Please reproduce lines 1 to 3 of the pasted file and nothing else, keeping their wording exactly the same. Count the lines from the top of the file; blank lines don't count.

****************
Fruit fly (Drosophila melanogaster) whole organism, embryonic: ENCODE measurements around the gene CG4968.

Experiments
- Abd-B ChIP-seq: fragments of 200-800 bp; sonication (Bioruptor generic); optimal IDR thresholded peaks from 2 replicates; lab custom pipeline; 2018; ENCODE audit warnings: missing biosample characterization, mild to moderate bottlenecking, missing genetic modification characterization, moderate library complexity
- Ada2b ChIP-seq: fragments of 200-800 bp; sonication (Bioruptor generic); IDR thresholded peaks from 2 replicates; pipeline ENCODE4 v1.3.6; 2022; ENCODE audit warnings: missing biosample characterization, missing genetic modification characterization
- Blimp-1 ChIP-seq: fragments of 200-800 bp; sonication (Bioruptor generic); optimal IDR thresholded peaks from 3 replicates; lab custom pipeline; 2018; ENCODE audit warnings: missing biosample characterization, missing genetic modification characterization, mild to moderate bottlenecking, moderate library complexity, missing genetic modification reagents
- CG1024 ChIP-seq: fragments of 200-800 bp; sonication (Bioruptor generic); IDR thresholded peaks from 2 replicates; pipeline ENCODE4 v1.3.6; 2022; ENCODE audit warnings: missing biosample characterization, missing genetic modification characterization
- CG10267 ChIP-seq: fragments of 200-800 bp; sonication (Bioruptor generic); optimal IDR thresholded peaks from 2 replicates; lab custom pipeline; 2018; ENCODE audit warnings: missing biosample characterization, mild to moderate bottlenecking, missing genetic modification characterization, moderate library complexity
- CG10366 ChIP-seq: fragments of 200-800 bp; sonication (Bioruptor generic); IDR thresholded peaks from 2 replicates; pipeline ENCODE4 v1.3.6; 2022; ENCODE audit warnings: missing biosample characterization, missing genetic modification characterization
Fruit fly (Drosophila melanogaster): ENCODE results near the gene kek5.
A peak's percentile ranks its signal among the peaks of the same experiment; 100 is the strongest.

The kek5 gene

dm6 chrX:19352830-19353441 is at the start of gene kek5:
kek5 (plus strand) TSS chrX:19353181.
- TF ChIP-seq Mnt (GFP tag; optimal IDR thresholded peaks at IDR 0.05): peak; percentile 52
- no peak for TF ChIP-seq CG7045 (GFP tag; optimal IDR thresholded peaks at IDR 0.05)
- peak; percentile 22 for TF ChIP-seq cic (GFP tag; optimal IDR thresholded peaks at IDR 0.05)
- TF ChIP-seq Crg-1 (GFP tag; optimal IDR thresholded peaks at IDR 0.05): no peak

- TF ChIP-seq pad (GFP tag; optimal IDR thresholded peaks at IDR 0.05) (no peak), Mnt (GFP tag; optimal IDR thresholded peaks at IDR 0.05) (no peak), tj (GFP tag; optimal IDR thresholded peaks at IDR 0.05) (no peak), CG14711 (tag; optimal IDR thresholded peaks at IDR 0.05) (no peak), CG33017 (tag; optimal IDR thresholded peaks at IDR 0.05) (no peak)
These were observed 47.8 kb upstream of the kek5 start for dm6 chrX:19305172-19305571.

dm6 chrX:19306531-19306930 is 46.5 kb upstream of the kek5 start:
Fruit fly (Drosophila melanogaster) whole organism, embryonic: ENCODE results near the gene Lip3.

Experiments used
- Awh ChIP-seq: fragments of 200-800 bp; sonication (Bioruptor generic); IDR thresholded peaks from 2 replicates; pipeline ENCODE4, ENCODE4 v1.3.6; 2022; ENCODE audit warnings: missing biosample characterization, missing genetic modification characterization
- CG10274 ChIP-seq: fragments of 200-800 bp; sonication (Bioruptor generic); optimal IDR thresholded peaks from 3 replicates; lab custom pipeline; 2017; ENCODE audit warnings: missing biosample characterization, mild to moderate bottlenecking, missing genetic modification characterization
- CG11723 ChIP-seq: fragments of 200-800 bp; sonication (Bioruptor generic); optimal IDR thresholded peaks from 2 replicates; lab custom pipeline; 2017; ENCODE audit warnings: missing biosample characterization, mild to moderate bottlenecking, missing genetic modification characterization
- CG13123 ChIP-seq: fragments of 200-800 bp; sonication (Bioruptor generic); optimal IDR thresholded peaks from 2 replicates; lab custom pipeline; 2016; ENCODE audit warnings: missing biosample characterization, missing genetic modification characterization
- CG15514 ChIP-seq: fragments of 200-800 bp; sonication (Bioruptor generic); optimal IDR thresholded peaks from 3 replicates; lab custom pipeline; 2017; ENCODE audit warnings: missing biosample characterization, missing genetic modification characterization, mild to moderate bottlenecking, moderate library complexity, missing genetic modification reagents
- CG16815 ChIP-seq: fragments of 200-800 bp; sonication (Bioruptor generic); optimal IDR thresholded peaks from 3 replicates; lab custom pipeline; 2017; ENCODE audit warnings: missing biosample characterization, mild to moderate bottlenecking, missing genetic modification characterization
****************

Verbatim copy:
Fruit fly (Drosophila melanogaster) whole organism, embryonic: ENCODE measurements around the gene CG4968.

Experiments
- Abd-B ChIP-seq: fragments of 200-800 bp; sonication (Bioruptor generic); optimal IDR thresholded peaks from 2 replicates; lab custom pipeline; 2018; ENCODE audit warnings: missing biosample characterization, mild to moderate bottlenecking, missing genetic modification characterization, moderate library complexity